Sadly, my mother didn’t fare so well in Canada. She grew sicker and sicker until she died at age forty-nine. She was a real example to me in a lot of ways. Because I wanted to be well, I learned everything I could about healing with food, alternative therapies and personal growth. One of the highlights on this journey was spending time in Hawaii learning Huna Kane and being the whole foods cook for Nicki’s retreats. Because I didn’t have a huge family support structure I learned how to create a family and have a wonderful network of friends – my chosen family.
Despite dealing with depression, I always saw myself as a survivor and attended university, wrote stories and created images. Somehow I had the strength to heal from bulimia and went on to a career in publishing with one of Canada’s foremost literary magazines. The people I work with are creative, fun and dedicated and I’m very fortunate that I can be myself at work.
I recently turned forty-nine and spent the year leading up to it writing a short book about my mother’s illness. My mom and I lived in and shared eleven houses in twenty-one years. Each chapter is writing from inside these houses. By the end I had twelve chapters because the investigation had created a new house for my mother and me to occupy with a new story. Hence the book is called The Twelve Houses. This book is an investigation into what creates illness and more importantly, what creates health. I had a fabulous forty-ninth birthday party where about twenty people brought their stories to share. Later, a piece of this book was accepted for publication. There are moments, or whole days when it is difficult to make meaning or sense out of events around me, but I just keep moving and creating.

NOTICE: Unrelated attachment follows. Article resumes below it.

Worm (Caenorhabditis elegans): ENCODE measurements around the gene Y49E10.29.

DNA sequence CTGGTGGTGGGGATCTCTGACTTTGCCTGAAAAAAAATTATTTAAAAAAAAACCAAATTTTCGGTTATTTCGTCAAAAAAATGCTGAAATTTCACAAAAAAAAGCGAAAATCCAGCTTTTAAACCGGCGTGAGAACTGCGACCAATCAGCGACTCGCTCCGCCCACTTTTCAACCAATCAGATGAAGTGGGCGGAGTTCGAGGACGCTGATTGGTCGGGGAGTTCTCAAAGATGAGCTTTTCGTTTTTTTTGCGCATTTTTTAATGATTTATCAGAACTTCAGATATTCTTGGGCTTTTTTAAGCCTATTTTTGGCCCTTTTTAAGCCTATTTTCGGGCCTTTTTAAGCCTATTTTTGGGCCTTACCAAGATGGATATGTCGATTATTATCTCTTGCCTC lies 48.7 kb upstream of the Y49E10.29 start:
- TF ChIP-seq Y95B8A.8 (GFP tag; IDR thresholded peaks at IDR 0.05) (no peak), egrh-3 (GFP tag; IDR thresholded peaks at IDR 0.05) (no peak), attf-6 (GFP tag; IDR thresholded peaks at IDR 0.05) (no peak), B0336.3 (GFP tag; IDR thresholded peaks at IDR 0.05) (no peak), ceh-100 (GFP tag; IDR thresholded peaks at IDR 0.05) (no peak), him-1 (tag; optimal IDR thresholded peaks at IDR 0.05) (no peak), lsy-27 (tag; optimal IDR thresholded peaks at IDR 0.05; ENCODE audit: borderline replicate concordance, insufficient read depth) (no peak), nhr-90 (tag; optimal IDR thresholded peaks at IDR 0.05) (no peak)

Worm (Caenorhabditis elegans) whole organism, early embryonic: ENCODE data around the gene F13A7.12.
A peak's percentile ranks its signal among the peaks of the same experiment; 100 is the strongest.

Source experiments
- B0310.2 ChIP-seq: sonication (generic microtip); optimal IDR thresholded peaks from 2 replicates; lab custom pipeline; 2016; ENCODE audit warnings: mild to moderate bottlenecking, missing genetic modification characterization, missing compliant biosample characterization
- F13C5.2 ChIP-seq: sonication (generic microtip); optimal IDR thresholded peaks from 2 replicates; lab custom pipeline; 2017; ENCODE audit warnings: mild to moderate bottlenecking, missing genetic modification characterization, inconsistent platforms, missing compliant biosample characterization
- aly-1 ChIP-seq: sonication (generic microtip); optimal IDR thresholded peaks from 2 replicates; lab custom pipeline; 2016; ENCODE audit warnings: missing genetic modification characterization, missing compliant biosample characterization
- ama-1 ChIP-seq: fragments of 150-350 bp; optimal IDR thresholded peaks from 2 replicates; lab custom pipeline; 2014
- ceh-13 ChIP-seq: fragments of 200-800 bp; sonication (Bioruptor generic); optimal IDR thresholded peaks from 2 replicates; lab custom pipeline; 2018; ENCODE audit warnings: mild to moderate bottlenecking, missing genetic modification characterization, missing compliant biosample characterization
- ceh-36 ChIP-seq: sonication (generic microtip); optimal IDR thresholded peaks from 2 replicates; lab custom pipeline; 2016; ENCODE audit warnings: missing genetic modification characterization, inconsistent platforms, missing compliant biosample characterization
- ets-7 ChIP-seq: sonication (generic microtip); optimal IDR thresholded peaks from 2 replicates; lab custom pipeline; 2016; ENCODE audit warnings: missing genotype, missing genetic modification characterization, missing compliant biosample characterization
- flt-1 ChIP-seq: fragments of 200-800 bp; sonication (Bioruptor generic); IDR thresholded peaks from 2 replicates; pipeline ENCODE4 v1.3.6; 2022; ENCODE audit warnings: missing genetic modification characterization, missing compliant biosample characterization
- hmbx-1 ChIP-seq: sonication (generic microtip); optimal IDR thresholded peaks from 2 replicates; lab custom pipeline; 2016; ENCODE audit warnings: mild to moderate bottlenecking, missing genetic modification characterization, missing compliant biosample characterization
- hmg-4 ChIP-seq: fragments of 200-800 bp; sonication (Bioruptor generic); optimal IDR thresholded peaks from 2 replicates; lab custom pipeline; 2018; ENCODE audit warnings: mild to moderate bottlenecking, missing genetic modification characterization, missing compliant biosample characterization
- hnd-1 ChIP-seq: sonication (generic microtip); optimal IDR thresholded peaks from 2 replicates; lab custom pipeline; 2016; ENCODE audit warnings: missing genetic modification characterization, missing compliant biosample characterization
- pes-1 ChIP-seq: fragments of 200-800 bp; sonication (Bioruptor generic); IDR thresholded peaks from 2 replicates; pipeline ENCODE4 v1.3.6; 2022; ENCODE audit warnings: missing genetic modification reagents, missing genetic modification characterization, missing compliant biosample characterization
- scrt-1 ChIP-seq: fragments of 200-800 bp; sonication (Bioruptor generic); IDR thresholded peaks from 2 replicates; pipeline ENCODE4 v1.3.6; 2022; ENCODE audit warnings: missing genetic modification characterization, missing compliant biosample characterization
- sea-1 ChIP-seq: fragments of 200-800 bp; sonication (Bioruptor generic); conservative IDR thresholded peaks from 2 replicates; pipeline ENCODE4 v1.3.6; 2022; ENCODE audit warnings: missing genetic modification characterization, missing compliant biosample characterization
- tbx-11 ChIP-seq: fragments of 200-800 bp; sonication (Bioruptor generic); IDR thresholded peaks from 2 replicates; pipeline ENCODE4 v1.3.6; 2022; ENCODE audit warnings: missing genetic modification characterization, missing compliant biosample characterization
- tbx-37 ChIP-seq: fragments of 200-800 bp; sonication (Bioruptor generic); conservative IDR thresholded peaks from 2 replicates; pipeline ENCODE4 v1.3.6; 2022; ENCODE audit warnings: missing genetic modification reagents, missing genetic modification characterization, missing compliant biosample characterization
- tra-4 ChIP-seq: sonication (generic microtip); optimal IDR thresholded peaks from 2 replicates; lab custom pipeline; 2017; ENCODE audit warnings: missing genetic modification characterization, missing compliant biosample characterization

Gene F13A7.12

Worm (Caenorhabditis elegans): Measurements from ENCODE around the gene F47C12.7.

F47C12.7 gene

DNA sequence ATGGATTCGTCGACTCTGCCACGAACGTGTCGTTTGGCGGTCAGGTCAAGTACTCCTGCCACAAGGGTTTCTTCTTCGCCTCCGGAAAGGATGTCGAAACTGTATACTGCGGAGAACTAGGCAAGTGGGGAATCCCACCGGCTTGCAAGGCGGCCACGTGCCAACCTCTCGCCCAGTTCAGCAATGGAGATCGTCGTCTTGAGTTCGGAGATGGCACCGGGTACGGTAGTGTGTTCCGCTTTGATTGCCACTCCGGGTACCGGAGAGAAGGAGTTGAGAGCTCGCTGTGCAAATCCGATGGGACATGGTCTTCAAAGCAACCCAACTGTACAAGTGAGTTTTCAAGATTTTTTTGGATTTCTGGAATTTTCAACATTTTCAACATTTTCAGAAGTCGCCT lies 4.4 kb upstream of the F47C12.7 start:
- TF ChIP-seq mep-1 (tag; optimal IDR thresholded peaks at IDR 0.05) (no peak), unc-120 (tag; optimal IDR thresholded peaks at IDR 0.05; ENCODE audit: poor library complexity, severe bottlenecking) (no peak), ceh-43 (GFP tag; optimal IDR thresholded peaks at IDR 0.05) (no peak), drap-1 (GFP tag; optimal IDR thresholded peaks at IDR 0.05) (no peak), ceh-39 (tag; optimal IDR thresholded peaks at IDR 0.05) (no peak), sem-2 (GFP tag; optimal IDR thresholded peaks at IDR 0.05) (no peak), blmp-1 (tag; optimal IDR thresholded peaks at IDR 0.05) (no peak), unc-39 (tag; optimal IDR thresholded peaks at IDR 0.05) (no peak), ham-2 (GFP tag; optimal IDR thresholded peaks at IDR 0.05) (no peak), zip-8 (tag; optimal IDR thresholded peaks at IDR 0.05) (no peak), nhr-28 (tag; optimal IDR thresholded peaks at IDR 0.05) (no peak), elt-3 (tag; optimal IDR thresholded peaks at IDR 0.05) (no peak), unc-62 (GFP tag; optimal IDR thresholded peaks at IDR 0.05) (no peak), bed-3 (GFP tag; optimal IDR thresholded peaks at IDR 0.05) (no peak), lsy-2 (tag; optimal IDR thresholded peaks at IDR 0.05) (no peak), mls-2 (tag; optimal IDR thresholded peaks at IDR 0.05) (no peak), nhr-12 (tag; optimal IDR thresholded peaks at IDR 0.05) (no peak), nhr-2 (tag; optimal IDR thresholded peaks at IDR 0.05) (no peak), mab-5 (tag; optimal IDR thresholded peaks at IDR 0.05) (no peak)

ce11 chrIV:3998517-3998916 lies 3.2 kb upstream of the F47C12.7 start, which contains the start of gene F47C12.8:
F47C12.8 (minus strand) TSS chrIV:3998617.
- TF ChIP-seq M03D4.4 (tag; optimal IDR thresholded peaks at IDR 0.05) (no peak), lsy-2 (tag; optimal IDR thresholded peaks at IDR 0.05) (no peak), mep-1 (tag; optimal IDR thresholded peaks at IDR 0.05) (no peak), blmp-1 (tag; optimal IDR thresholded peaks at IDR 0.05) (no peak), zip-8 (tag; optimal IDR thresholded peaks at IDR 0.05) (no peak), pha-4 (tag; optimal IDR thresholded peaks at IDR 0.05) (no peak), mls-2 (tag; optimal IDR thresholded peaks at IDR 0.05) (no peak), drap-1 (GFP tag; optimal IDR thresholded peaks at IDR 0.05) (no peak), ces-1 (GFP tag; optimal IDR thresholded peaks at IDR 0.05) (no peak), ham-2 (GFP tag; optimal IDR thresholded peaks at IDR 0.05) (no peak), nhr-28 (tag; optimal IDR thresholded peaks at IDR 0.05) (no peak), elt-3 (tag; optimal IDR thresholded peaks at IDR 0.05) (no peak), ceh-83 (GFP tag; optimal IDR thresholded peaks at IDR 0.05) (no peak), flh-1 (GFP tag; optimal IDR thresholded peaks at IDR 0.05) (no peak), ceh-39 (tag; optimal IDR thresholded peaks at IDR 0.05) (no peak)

Results of this story: I’ve searched in many corners for meaning only to find that it isn’t something fixed and outside of me, it’s right here inside of me. I get to create meaning. Life happens and it doesn’t mean anything, and it doesn’t mean anything that it doesn’t mean anything. That’s freed me up a lot, to create meaning that is empowering, that continues to propel me forward into a passionate, creative life lived one moment after another.
Think about joining The Atheist’s Way virtual book review tour and coming aboard the Meaning Coach Training!
Have an excellent Sunday.
P.S. Last chance to join the Introduction to Creativity Coaching Training and/or Advanced Creativity Coaching Training that begins tomorrow, and also the last chance to come aboard as a free client. For more info:
Posted by Eric Maisel at 8:40 AM